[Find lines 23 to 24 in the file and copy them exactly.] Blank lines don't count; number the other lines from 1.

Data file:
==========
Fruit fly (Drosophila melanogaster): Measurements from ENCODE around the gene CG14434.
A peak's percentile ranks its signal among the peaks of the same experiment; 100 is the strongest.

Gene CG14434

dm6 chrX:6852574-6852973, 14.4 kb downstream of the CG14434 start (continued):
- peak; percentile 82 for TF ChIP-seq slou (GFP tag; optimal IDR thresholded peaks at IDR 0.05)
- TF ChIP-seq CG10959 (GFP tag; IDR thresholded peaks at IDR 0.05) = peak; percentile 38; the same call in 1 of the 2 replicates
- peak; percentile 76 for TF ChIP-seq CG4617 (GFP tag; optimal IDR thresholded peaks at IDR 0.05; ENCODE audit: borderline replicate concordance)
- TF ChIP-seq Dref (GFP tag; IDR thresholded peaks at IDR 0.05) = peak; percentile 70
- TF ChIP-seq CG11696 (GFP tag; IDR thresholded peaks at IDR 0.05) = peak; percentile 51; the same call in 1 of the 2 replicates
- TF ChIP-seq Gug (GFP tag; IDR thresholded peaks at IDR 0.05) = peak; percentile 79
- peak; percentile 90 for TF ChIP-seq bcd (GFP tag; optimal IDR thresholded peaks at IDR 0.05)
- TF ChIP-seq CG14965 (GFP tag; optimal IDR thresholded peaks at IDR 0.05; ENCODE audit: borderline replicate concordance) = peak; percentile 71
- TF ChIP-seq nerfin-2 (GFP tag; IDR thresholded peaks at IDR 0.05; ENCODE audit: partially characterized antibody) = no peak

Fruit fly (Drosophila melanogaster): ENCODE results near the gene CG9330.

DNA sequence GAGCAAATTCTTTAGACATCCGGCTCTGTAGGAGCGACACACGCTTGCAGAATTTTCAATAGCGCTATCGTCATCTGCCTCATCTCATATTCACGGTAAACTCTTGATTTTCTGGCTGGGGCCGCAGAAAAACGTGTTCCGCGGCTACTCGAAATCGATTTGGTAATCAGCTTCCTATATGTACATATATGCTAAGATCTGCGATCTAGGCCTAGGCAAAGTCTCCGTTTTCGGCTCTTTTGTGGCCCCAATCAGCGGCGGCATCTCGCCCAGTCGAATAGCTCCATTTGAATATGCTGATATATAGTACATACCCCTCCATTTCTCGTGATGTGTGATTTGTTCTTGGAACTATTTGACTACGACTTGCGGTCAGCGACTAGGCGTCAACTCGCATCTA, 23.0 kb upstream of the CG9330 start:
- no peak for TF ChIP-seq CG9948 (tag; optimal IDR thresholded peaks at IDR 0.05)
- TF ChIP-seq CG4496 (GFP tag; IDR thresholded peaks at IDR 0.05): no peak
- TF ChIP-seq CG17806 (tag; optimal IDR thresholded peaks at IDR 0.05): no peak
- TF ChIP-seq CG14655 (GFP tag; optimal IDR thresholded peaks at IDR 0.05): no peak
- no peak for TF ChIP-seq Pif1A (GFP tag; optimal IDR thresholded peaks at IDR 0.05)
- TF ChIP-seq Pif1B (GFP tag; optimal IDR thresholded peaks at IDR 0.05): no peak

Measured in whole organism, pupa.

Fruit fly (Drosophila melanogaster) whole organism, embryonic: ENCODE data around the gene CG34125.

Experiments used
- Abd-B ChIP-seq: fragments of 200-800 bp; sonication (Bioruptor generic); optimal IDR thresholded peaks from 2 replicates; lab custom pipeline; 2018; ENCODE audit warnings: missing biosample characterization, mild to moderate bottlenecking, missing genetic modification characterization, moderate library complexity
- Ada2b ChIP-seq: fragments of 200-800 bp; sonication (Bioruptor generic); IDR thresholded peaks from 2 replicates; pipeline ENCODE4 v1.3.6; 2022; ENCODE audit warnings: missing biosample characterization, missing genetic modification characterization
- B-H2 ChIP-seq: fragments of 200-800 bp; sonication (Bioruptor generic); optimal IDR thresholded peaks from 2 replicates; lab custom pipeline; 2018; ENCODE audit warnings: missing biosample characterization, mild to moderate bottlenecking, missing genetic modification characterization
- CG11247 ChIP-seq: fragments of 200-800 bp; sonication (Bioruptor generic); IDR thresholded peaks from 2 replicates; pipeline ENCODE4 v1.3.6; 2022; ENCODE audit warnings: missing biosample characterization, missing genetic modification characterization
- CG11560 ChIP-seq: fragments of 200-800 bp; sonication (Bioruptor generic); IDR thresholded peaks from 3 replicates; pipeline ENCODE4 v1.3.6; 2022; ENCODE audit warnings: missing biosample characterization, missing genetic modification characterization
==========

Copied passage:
Fruit fly (Drosophila melanogaster) whole organism, embryonic: ENCODE data around the gene CG34125.

Experiments used